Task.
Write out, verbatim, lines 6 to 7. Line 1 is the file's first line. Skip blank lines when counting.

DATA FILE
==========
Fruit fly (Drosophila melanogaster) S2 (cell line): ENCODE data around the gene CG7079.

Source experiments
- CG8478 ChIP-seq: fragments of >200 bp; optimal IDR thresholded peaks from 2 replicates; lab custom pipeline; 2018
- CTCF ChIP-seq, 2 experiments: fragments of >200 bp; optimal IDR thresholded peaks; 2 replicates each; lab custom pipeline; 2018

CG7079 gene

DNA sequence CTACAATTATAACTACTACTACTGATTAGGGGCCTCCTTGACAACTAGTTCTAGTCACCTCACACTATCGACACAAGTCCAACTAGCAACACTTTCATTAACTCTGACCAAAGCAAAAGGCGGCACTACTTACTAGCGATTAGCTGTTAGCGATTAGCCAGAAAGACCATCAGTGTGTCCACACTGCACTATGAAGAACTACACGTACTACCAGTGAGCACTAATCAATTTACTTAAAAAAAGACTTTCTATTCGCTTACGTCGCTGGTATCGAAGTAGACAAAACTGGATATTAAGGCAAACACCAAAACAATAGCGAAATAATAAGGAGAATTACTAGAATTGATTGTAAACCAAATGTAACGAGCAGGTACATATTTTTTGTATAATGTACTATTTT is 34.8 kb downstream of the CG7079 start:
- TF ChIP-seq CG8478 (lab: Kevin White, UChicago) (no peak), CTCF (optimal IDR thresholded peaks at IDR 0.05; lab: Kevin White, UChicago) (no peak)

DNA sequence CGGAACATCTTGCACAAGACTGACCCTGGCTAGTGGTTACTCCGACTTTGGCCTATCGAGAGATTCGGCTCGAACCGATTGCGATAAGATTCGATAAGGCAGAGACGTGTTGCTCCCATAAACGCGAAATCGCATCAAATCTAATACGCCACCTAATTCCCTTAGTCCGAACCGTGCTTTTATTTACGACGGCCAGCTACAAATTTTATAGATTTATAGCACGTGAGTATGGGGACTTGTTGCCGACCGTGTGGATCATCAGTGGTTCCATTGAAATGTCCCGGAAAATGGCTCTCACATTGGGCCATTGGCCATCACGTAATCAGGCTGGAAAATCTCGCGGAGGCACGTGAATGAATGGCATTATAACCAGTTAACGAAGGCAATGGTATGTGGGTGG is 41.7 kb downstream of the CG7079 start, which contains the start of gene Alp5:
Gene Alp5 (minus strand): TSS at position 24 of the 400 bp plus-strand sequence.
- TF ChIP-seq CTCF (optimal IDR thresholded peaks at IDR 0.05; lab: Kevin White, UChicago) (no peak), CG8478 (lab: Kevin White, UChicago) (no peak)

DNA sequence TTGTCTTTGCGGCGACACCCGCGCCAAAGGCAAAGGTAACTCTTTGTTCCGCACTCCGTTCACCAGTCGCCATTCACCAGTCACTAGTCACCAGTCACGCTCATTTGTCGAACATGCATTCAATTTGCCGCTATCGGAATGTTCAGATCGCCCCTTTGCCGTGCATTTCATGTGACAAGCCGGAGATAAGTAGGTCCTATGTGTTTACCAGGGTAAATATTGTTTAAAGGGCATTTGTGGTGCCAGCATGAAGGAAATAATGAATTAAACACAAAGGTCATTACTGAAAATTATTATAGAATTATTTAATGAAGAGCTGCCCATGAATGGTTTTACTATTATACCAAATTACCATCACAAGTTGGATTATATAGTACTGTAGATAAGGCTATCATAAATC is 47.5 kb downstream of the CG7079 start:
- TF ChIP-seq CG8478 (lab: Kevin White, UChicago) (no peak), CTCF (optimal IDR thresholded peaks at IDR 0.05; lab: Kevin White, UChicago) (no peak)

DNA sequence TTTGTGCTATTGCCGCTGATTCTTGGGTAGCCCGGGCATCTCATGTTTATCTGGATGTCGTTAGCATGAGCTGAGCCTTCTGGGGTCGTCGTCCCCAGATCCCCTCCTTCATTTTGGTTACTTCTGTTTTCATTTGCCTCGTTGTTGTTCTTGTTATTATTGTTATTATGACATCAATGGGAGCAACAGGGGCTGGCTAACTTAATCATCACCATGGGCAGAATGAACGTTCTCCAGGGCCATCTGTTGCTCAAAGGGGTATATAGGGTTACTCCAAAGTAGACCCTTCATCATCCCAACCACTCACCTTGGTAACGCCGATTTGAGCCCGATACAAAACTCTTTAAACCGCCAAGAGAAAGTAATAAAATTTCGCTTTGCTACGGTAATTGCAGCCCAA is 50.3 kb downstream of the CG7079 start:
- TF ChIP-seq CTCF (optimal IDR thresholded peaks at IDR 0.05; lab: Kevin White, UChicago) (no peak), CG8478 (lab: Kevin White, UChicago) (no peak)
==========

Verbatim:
DNA sequence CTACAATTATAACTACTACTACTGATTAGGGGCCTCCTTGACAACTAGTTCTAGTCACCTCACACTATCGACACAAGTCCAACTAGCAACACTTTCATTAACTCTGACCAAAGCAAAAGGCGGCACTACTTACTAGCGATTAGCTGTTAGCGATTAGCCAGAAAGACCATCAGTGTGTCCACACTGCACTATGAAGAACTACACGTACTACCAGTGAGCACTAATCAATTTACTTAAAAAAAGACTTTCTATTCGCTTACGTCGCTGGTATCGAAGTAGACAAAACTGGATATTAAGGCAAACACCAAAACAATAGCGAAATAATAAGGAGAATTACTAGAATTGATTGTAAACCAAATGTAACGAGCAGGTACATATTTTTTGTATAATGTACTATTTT is 34.8 kb downstream of the CG7079 start:
- TF ChIP-seq CG8478 (lab: Kevin White, UChicago) (no peak), CTCF (optimal IDR thresholded peaks at IDR 0.05; lab: Kevin White, UChicago) (no peak)